Plessy Vs Ferguson

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De Facto Segregation: Unlike De Jure, De Facto has nothing to do with the law. Though segregation legally ended in 1964 through the civil right act, the social customs and expectations were strongly imbedded that lasted long term. These social impacts contribute to personal preference and leads to discrimination such as racial steering.

Plessy v. Ferguson: The case occurred when Homer Plessy refused to sit in the Jim Crow car, which violated the Louisiana law and was put before Judge John H. Ferguson to challenge whether the state law conflicted with the Constitution or not. Indeed, in 1896, Ferguson concluded that the law was merely a legal distinction between two races and did not conflict with 13th amendment law. Society then adopted a system of “separate but equal” that emphasized separate facilities for blacks and whites …show more content…

Board of education: In 1954, a lawsuit against school board in Kansas took place when uprising civil rights groups and lawyers on behalf of black schoolchildren and their families challenged the racial segregation. Brown, one of the class action representatives, claimed that racial segregation violated the Constitutional’s Equal Protection Clause, which states no law should deny equal protection by law; however, the psychological studies showed black girls had low racial self-esteem and might affect their ability to learn. Therefore, racial segregation of children in public school did violate the clause thus the 14th amendment.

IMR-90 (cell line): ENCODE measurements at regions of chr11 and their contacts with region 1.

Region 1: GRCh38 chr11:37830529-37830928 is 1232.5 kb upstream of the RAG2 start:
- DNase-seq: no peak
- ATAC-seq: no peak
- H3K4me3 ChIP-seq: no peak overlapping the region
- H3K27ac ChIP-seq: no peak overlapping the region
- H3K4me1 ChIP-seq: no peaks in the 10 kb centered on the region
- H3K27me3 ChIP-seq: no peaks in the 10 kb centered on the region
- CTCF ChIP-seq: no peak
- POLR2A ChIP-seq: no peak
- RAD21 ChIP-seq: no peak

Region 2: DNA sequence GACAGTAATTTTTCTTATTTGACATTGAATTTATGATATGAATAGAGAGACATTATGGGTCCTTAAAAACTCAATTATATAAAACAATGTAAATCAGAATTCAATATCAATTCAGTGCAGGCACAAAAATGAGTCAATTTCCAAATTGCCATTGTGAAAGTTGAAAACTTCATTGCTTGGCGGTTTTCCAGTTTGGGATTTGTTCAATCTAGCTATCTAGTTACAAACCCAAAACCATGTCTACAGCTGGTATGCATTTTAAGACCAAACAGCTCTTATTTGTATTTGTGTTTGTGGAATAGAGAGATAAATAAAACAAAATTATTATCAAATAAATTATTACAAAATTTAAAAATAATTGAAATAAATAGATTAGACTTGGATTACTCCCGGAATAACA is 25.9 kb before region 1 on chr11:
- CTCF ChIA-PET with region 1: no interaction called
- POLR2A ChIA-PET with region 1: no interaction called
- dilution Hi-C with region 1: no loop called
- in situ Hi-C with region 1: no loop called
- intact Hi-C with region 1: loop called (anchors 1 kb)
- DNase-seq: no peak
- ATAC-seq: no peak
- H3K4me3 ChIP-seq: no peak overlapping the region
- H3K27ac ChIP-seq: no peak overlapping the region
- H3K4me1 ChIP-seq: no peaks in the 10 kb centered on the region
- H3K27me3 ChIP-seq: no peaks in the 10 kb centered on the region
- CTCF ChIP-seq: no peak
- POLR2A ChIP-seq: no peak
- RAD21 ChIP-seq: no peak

Home Owners Loan Corporation (HOLC): As part of the New Deal, home owners Loan Corporation formed in 1933 were to refinance home mortgages that were at risk of foreclosure due to the depression. Since then it has supported almost one million mortgage applications so that more Americans can become homeowners and develop rationally patriotic feeling during the war; however, these mortgage rates were based on occupation, income, ethnicity and demand on the market that might be bias to the non-white

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